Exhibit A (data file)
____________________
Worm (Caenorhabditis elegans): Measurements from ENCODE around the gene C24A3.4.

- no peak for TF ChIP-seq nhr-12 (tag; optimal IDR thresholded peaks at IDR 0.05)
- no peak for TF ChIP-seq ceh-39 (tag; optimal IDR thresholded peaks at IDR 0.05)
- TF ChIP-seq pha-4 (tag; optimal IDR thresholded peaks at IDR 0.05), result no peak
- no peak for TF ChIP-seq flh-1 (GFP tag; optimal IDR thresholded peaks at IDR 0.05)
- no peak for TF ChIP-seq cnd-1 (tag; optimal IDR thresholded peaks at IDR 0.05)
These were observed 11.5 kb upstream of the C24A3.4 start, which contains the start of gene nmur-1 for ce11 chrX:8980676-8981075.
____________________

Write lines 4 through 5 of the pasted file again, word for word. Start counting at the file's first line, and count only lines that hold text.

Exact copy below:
- TF ChIP-seq pha-4 (tag; optimal IDR thresholded peaks at IDR 0.05), result no peak
- no peak for TF ChIP-seq flh-1 (GFP tag; optimal IDR thresholded peaks at IDR 0.05)